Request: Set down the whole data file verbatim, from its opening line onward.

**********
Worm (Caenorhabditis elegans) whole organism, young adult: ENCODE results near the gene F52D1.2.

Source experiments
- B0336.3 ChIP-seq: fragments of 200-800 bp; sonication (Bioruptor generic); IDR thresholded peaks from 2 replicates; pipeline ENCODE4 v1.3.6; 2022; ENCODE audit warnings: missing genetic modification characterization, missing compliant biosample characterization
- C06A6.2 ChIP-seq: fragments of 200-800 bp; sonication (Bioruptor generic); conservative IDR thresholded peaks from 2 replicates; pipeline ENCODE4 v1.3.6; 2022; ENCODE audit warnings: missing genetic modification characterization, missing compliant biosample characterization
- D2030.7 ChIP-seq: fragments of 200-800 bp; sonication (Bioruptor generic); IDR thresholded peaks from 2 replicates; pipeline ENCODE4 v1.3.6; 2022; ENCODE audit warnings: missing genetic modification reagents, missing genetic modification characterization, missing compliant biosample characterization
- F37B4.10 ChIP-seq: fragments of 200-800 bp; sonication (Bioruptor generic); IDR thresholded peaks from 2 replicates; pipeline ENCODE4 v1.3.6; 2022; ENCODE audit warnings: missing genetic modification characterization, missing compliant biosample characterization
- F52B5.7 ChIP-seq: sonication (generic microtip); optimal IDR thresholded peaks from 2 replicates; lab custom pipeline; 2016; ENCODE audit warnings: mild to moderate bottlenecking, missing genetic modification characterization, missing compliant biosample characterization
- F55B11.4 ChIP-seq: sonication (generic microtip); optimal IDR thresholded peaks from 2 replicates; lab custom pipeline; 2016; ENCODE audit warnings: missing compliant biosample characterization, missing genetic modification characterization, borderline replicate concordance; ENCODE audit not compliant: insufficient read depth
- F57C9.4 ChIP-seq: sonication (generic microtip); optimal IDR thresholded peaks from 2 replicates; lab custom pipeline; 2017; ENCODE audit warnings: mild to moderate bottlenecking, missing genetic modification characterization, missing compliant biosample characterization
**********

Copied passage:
Worm (Caenorhabditis elegans) whole organism, young adult: ENCODE results near the gene F52D1.2.

Source experiments
- B0336.3 ChIP-seq: fragments of 200-800 bp; sonication (Bioruptor generic); IDR thresholded peaks from 2 replicates; pipeline ENCODE4 v1.3.6; 2022; ENCODE audit warnings: missing genetic modification characterization, missing compliant biosample characterization
- C06A6.2 ChIP-seq: fragments of 200-800 bp; sonication (Bioruptor generic); conservative IDR thresholded peaks from 2 replicates; pipeline ENCODE4 v1.3.6; 2022; ENCODE audit warnings: missing genetic modification characterization, missing compliant biosample characterization
- D2030.7 ChIP-seq: fragments of 200-800 bp; sonication (Bioruptor generic); IDR thresholded peaks from 2 replicates; pipeline ENCODE4 v1.3.6; 2022; ENCODE audit warnings: missing genetic modification reagents, missing genetic modification characterization, missing compliant biosample characterization
- F37B4.10 ChIP-seq: fragments of 200-800 bp; sonication (Bioruptor generic); IDR thresholded peaks from 2 replicates; pipeline ENCODE4 v1.3.6; 2022; ENCODE audit warnings: missing genetic modification characterization, missing compliant biosample characterization
- F52B5.7 ChIP-seq: sonication (generic microtip); optimal IDR thresholded peaks from 2 replicates; lab custom pipeline; 2016; ENCODE audit warnings: mild to moderate bottlenecking, missing genetic modification characterization, missing compliant biosample characterization
- F55B11.4 ChIP-seq: sonication (generic microtip); optimal IDR thresholded peaks from 2 replicates; lab custom pipeline; 2016; ENCODE audit warnings: missing compliant biosample characterization, missing genetic modification characterization, borderline replicate concordance; ENCODE audit not compliant: insufficient read depth
- F57C9.4 ChIP-seq: sonication (generic microtip); optimal IDR thresholded peaks from 2 replicates; lab custom pipeline; 2017; ENCODE audit warnings: mild to moderate bottlenecking, missing genetic modification characterization, missing compliant biosample characterization